Vodafone World Traveller allows you to use your UK plan abroad in some countries outside Europe, for an additional fee of £5 per pay. As a regular user of Vodafone Euro Traveller, which costs an additional £3 a day to use your UK plan in most of Europe, I looked into Vodafone World Traveller prior to our trip to Chicago.
The countries currently included are:
Considering that the standard Vodafone rates to use your UK mobile is the US are £1 a minute to receive a call, £1.05 a minute to make a call, 37p plus a the price of a domestic text and £3 per MB of data for up to 5MB then £15 for every 5MB after that, the World Traveller looks like great value. Calls and texts to either the UK or within the country which you are visiting are included.
Stamp Duty is one of the most unfair UK taxes. For a start, the Stamp Duty threshold has been at £125,000 since 2006. A one bedroom flat in many parts of the UK costs at least £125,000. Then there’s the fact that once you reach the threshold, you have to pay Stamp Duty on the whole amount, not just on the amount above the threshold.
In April 2015, the Scottish Government is due to replace Stamp Duty with a Land and Buildings Transaction Tax (LBTT). This is pertinent to us as we plan to move back to Scotland in the near future.
The LBTT threshold will be £135,000, £10,000 higher than the current Stamp Duty threshold. Personally, I think it should have been a lot higher, at least £163,000, the average price of a house in Scotland.
If you’re a member of a workplace pension scheme, the chances are that your employer is making contributions into your pension pot. Once you become an independent contractor, it will just be you who makes contributions into your pension. Some employees have a final salary or career average pensions, which guarantees the amount of pension which you’ll receive. Whereas when you’re self-employed, the value of your pension pot is likely to be related to stock market performance.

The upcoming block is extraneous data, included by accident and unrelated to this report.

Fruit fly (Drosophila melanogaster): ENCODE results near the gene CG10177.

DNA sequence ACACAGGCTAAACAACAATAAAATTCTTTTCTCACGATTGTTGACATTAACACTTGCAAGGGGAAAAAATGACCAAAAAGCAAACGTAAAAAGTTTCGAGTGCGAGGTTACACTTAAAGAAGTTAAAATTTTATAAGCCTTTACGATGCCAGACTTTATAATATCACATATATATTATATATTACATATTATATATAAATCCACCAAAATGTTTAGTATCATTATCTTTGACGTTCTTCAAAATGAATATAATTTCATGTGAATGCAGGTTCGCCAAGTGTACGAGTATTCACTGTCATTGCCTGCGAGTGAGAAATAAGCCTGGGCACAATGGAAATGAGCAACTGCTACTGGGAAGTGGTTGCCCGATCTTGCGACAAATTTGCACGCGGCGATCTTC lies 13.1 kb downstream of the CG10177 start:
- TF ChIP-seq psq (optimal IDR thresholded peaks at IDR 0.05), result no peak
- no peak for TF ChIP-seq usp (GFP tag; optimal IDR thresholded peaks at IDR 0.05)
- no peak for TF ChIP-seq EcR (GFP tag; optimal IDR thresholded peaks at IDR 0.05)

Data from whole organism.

When I read about the new ‘EDF Energy Blue+ Price Freeeeze’ fixed rate until 31 May 2018 deal, I decided to take a closer look. Our current EDF fixed rate deal expires next year, so I’m on the look out for a new fixed rate deal.
As I’m already an EDF customer, I was able to log into my account and go to the change tariff option to get a costing for all the currently available tariffs. A Tariff Comparison Rate (TCR) was prominently displayed in the price comparison. I’d never heard of the TCR before. It turns out that it’s a figure based on the average consumption of 3,200 kWh/year for electricity and 13,500 kWh/year for gas.
Energy tariffs are so complex. Our current EDF fixed rate tariff is higher for the first so many units of gas and electricity that you use each year; once that threshold is reached the price per unit reduces. The EDF fixed deal until May 2018, has a daily standing charge and the same price for each unit of gas or electricity used.
The Annual Flight Study by momondo, the flight and hotel price comparison site, offers three tips to help you find the cheapest flights. These tips were based on examining 7.5 billion fares over 100 popular routes.
1 – When to Book Your Flight